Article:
Thursday, 31 May 2012

Best Radio Plays of 1978


Eyre Methuen's collections of each year's Giles Cooper Award Winners are an invaluable source of quality British radio scripts, often by major writers of the period.  Fay Weldon, of course, is a major writer of any period.  Her play Polaris for the Afternoon Theatre slot on Radio 4, about the pressures of service on a newly-married couple, is brilliantly done.  The submarine captain, endlessly banging on about his food, is deftly characterised in a few lines.

Richard Harris's Is it Something I Said?  struck me as a fairly cynical twist on John Mortimer's celebrated Lunch Hour.  Don Haworth, born in the same as I was, was a radio drama master.  His plays are always interesting, often slightly off-beam, as this one is, and invariably surprising. 

Tom Mallin was a fascinating character; primarily a visual artist, he scored a major hit with his stage play Curtains (1970).  Halt! Who Goes There?, the Mallin play given here and orginally broadcast in the cutting-edge Drama Now slot, was his sixth and final radio original.  It's about Arnold, marooned in a fascistic convalescent home after his cancer op.  Tom Mallin died of cancer in 1977, before the play was performed.  He was only 50 years old.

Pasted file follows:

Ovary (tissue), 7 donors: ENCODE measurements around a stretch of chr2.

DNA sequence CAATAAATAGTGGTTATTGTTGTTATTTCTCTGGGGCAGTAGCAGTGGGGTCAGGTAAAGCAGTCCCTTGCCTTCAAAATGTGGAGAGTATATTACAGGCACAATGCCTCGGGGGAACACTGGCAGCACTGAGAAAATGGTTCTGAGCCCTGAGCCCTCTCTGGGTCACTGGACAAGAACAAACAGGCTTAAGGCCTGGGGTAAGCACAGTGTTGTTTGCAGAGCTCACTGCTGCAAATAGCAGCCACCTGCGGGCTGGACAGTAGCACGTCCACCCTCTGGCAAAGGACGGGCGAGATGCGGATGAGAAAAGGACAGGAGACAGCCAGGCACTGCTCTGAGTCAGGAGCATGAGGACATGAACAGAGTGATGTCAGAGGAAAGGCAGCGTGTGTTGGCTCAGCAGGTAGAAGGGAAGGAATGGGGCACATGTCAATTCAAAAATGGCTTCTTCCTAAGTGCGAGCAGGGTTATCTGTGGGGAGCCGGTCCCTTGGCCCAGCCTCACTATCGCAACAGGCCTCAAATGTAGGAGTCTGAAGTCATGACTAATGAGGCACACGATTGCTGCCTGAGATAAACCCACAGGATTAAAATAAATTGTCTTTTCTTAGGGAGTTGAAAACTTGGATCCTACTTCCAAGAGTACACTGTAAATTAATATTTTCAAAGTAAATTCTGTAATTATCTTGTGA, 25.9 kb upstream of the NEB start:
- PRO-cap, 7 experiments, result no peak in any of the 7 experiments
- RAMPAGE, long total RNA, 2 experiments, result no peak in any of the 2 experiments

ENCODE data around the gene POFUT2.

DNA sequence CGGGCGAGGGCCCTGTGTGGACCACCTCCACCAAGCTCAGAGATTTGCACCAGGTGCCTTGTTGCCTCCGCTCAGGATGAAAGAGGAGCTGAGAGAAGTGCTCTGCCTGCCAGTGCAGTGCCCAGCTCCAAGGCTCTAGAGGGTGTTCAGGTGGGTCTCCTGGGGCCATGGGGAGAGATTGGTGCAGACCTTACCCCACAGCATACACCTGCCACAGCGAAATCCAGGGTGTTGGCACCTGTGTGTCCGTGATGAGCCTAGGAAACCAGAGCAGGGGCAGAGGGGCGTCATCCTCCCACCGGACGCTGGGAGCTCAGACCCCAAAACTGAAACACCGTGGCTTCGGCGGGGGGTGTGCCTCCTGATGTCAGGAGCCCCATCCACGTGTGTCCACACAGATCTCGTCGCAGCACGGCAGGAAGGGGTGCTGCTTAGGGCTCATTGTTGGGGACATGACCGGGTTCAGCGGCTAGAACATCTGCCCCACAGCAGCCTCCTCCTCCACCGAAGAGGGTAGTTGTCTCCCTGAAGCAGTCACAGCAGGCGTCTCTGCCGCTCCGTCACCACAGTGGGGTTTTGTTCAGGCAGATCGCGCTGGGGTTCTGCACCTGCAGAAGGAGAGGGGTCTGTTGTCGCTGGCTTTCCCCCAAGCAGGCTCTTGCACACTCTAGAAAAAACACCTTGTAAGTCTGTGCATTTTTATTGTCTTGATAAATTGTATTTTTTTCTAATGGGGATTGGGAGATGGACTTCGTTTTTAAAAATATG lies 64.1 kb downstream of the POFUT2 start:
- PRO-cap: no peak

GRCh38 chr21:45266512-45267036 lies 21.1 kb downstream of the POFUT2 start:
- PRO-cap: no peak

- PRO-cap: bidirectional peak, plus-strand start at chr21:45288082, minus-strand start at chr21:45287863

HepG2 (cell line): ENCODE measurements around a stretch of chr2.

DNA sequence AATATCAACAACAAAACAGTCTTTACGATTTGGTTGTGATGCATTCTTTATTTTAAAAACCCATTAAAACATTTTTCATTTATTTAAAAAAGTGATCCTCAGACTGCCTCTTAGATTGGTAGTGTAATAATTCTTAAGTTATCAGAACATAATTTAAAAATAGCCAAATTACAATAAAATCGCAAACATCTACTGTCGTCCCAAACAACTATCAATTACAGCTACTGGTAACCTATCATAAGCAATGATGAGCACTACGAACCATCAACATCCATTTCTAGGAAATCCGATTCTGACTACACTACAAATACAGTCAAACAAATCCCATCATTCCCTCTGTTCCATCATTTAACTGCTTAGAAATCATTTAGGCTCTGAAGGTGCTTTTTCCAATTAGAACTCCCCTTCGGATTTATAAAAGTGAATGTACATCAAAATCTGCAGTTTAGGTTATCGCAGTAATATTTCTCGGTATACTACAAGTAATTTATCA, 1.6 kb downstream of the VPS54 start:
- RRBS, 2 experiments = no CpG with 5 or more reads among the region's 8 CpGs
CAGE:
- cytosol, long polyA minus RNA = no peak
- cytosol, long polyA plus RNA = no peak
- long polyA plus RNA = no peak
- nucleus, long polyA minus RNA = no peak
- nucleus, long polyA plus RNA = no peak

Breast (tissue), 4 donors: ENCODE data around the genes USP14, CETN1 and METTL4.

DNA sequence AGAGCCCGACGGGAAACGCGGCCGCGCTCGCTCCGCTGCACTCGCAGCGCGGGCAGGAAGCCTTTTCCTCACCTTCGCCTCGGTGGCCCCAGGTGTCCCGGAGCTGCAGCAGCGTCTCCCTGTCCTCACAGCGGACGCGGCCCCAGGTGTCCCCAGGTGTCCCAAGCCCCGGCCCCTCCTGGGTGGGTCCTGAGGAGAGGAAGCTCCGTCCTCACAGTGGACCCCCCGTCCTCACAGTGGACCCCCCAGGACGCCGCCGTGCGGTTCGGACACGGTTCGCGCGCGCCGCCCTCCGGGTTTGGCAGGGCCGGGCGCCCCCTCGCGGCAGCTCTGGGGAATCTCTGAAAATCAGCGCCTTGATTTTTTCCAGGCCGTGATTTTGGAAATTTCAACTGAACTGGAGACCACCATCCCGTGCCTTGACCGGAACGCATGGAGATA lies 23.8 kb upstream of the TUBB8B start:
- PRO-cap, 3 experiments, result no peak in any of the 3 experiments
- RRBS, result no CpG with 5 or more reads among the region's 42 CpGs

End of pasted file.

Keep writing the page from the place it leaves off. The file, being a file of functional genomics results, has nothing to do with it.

Jill Hyem, co-creator of the radio soap Waggoners Walk, is another prolific radio dramatist.  Remember Me is typical of the now defunct Saturday Night Theatre slot, the sort of thing that is now probably a four-hour/two-part TV mini series.  It's enjoyable and slightly daft.

Jennifer Phillips wrote Daughters of Men for the Monday Play, another key slot that has been callously let go.  The Friday Play, which was threatened with abandonment last year but is still clinging on, filled the gap to a certain extent.  Daughters, certainly, could be played there.  To my mind it was the most stimulating play in this collection.  It is about the social worker preparing court reports in a child custody battle.  The denouement is truly shocking, even today.  A stage version followed at the Hampstead Theatre Club in 1979.

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